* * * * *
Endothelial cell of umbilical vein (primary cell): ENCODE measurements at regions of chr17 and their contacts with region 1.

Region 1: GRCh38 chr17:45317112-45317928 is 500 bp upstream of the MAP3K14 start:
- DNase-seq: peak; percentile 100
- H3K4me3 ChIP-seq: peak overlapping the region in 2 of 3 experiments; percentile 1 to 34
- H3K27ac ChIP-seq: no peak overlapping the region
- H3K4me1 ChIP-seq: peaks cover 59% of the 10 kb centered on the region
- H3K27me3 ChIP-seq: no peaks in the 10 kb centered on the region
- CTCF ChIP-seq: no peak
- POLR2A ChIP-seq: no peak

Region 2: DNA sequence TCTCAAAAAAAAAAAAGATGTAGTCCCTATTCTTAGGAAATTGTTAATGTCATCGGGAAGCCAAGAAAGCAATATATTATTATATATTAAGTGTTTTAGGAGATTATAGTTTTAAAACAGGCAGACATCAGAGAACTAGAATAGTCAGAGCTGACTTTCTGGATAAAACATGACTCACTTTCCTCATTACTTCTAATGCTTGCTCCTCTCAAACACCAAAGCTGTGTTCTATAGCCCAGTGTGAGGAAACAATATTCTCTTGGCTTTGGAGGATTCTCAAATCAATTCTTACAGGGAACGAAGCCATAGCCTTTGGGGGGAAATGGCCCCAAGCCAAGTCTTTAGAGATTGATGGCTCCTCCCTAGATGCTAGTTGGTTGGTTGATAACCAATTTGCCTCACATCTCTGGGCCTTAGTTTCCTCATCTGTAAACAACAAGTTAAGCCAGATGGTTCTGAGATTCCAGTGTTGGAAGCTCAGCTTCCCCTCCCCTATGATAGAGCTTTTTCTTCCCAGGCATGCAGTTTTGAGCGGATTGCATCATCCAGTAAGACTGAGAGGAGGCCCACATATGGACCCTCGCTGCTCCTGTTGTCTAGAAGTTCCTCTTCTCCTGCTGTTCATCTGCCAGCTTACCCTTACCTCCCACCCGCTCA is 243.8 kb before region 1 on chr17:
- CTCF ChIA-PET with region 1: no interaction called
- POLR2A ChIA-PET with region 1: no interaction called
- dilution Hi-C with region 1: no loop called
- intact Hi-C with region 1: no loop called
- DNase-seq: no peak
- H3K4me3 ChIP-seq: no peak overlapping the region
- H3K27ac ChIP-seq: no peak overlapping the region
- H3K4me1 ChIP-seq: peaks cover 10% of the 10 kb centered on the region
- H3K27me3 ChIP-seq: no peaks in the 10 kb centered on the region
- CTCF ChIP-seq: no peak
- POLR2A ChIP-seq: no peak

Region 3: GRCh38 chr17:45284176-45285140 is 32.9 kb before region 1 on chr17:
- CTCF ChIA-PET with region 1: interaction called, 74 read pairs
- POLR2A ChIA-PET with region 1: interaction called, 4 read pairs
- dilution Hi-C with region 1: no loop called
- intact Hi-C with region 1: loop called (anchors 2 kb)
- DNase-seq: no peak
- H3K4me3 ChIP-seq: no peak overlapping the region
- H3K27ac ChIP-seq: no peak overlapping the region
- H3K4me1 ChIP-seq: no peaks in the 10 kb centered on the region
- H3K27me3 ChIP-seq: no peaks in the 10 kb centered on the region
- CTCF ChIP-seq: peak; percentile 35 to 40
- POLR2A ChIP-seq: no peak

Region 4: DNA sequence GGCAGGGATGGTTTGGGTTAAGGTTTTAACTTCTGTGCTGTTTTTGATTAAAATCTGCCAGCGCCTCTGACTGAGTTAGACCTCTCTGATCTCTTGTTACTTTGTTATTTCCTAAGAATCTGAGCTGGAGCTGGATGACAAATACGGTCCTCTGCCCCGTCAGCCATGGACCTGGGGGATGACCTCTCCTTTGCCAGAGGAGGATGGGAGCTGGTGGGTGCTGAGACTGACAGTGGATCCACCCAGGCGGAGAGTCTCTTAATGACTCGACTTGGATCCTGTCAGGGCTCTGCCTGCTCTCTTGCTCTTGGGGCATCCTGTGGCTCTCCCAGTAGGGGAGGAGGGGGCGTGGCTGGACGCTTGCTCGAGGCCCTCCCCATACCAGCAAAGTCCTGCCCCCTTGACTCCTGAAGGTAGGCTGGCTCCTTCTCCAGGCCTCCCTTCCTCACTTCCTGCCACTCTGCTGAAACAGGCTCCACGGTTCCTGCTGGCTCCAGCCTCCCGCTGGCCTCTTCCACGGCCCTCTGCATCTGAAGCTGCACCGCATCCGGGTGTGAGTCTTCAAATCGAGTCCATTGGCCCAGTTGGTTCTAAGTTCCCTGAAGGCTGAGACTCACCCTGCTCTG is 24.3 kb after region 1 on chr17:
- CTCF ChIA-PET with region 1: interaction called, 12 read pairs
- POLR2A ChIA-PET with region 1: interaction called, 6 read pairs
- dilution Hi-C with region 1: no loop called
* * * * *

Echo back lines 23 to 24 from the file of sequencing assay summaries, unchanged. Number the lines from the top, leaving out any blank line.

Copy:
- CTCF ChIA-PET with region 1: interaction called, 74 read pairs
- POLR2A ChIA-PET with region 1: interaction called, 4 read pairs